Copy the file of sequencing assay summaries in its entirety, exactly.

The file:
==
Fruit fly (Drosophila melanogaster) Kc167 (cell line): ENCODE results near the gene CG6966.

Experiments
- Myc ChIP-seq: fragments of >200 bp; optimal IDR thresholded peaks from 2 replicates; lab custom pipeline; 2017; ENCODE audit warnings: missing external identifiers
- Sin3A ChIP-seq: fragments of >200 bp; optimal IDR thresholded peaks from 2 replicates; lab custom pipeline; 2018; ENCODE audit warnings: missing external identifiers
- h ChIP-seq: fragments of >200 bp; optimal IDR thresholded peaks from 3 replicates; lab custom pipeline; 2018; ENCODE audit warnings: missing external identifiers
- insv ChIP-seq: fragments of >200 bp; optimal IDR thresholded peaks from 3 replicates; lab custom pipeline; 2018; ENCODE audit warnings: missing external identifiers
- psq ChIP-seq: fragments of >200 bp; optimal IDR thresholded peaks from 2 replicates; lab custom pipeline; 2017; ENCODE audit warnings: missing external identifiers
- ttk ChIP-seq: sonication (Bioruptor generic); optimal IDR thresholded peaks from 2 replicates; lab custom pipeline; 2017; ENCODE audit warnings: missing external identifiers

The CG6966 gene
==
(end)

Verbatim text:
Fruit fly (Drosophila melanogaster) Kc167 (cell line): ENCODE results near the gene CG6966.

Experiments
- Myc ChIP-seq: fragments of >200 bp; optimal IDR thresholded peaks from 2 replicates; lab custom pipeline; 2017; ENCODE audit warnings: missing external identifiers
- Sin3A ChIP-seq: fragments of >200 bp; optimal IDR thresholded peaks from 2 replicates; lab custom pipeline; 2018; ENCODE audit warnings: missing external identifiers
- h ChIP-seq: fragments of >200 bp; optimal IDR thresholded peaks from 3 replicates; lab custom pipeline; 2018; ENCODE audit warnings: missing external identifiers
- insv ChIP-seq: fragments of >200 bp; optimal IDR thresholded peaks from 3 replicates; lab custom pipeline; 2018; ENCODE audit warnings: missing external identifiers
- psq ChIP-seq: fragments of >200 bp; optimal IDR thresholded peaks from 2 replicates; lab custom pipeline; 2017; ENCODE audit warnings: missing external identifiers
- ttk ChIP-seq: sonication (Bioruptor generic); optimal IDR thresholded peaks from 2 replicates; lab custom pipeline; 2017; ENCODE audit warnings: missing external identifiers

The CG6966 gene